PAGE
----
South Asians with family history of heart disease at greater risk

Dr. Parag Joshi
Preventive Cardiologist Dr. Parag Joshi

DALLAS – Sept. 8, 2017 – New research by UT Southwestern cardiologists shows that people of South Asian descent with a family history of coronary heart disease are significantly more likely to have high levels of calcium buildup in their arteries – an indicator of higher risk for heart attacks.

The findings, appearing in the Journal of the American College of Cardiology: Cardiovascular Imaging, suggest family history may be a more important predictor for South Asians than for other ethnic groups. Therefore, a CT scan to check for coronary artery calcium may be an important test for South Asians whose parents, siblings, or children have coronary artery disease, said UT Southwestern preventive cardiologist Dr. Parag Joshi.

“The main take-home lesson here is that family history is a meaningful and inexpensive diagnostic indicator for assessing cardiovascular disease risk in South Asians,” said Dr. Joshi, Assistant Professor of Internal Medicine at UT Southwestern.

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Calcium accumulates in the arteries of the heart after plaque builds up and calcifies over time. South Asians in the study with a family history of heart disease were three times more likely to have calcium levels above 300 in the heart’s arteries – a level likely to increase the risk of a serious coronary event to 10 percent, 15 percent, or more, he said.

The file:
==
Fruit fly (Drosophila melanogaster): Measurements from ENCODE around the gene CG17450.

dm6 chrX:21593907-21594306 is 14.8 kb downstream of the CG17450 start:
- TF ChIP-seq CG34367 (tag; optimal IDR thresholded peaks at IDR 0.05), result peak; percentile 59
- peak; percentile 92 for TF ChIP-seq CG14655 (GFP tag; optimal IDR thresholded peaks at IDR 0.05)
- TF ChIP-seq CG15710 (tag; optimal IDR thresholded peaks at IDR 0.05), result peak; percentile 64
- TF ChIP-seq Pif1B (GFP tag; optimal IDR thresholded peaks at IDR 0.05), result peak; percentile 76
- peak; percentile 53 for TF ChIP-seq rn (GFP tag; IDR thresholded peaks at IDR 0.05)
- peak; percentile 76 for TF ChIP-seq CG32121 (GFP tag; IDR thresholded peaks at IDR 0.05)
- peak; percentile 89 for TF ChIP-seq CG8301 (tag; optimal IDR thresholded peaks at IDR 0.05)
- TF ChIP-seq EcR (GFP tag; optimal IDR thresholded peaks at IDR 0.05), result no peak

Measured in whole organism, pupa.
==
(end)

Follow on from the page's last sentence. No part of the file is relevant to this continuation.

The research builds upon Dr. Joshi’s recent finding that patients with no calcium buildup in the coronary arteries are at very low risk of a heart attack or stroke over the following 10 years despite having other risk factors, such as diabetes, high blood pressure, or bad cholesterol levels.

About UT Southwestern Medical Center

UT Southwestern, one of the premier academic medical centers in the nation, integrates pioneering biomedical research with exceptional clinical care and education. The institution’s faculty has received six Nobel Prizes, and includes 22 members of the National Academy of Sciences, 18 members of the National Academy of Medicine, and 14 Howard Hughes Medical Institute Investigators. The faculty of more than 2,700 is responsible for groundbreaking medical advances and is committed to translating science-driven research quickly to new clinical treatments. UT Southwestern physicians provide care in about 80 specialties to more than 100,000 hospitalized patients, 600,000 emergency room cases, and oversee approximately 2.2 million outpatient visits a year.

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